The biggest open questions are about how HBO pursues a more direct relationship with customers than it has had in the past. The cable network has hinted it would work with broadband providers to make it possible for subscribers to pay an additional fee to get the streaming service, even if they don’t pay for cable TV. Internet-service providers (which are often the same as cable-TV providers) want to stay in the loop, and maintaining good relations with them is still important for HBO. Selling a new streaming product this way would probably help appease them. And it would also save HBO from having to build its own infrastructure for billing and customers relations—although everyone is still going to blame HBO when the service goes down during Game of Thrones.
But HBO could decide it wants to deal directly with customers. Simply opening up its HBO Go website to anyone with a credit card would be the most straightforward thing to do from the customer’s perspective. It would also benefit HBO, which right now gets some information about what’s being watched but has no access to the valuable demographic data that drive decisions at Netflix (NFLX) and other players in the streaming-video industry.
While this seems like a pure win for people who want to live without cable, there are clear limitations for cord-cutters. So far HBO has taken a liberal approach to people sharing accounts on its streaming website, which is supposed to be available only to HBO’s cable subscribers. Once it starts offering a paid streaming service, however, the company could decide that the free ride for password sharers is over. There are simple steps HBO could quickly take to make the practice much more difficult, such as banning simultaneous users on a single account and tracking log-in locations to identify suspicious activity.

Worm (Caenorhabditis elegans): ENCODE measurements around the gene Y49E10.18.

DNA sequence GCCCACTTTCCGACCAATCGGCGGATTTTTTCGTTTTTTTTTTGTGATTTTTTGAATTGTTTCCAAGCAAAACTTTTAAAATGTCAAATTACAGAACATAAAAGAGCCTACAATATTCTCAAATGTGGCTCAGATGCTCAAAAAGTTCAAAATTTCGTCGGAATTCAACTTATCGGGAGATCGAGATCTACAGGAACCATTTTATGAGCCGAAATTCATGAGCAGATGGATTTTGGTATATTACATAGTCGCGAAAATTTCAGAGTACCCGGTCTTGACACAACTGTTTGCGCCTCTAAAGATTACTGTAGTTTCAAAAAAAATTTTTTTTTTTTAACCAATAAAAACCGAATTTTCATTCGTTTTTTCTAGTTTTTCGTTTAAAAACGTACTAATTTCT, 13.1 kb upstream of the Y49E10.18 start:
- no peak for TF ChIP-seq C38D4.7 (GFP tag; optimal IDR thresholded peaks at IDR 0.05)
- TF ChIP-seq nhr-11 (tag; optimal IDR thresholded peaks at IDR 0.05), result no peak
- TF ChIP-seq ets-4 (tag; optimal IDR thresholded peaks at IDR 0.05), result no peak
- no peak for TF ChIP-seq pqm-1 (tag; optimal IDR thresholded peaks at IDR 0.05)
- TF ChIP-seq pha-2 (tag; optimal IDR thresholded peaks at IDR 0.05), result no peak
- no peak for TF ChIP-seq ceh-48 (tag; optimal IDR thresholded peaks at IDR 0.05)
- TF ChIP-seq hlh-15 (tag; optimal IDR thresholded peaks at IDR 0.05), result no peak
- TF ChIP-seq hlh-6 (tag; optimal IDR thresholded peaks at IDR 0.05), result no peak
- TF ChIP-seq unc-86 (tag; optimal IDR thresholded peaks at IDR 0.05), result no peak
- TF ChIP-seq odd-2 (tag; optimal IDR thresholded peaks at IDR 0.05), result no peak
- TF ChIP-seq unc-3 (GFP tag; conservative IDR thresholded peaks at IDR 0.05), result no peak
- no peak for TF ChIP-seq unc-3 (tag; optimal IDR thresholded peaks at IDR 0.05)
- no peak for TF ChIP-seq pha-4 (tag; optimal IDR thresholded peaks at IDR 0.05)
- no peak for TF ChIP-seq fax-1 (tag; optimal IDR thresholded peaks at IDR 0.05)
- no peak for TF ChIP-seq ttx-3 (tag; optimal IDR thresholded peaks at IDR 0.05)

Thursday, October 16, 2014

Volatility in the market

Volatility has suddenly returned to U.S. stocks, and for the first time all year it doesn't appear that the weakness in equities will go away quietly in the span of a few days.
While the S&P 500 is still up 3.1 percent for the year, the index is off about 5 percent from its record high reached in mid-September, and closed out this week at the lowest level since May 23.
"We're still in a bull market, but in the near term things are a little bit dicey, and I don't think the decline is over with yet," said Jeffrey Saut, chief investment strategist at Raymond James Financial in St. Petersburg, Florida. The S&P also posted back-to-back intraday moves of more than 40 points this week for the first time in three years. Wall Street's fear gauge, the CBOE Volatility Index .VIX, ended at 21.24 on Friday, its highest level since early February.